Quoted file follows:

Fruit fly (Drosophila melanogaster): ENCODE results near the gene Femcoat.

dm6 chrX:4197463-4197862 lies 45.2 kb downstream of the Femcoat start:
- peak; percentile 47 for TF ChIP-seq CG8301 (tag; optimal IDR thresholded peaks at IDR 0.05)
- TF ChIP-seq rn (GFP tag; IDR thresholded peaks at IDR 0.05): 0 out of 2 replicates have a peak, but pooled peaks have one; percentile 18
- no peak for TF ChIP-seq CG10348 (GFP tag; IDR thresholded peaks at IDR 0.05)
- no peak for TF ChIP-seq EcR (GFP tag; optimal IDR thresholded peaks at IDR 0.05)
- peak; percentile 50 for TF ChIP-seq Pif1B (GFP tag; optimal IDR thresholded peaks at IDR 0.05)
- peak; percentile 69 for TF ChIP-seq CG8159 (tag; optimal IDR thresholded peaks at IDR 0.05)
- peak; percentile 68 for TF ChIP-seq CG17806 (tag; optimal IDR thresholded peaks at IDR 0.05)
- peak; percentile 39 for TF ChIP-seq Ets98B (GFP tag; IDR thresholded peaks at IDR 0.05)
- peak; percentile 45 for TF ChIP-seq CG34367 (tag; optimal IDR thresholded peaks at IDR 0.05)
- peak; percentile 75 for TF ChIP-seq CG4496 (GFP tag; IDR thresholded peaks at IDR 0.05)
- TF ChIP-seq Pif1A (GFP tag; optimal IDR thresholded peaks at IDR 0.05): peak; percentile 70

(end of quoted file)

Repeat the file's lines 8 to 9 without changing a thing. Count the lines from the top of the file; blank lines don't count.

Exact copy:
- peak; percentile 69 for TF ChIP-seq CG8159 (tag; optimal IDR thresholded peaks at IDR 0.05)
- peak; percentile 68 for TF ChIP-seq CG17806 (tag; optimal IDR thresholded peaks at IDR 0.05)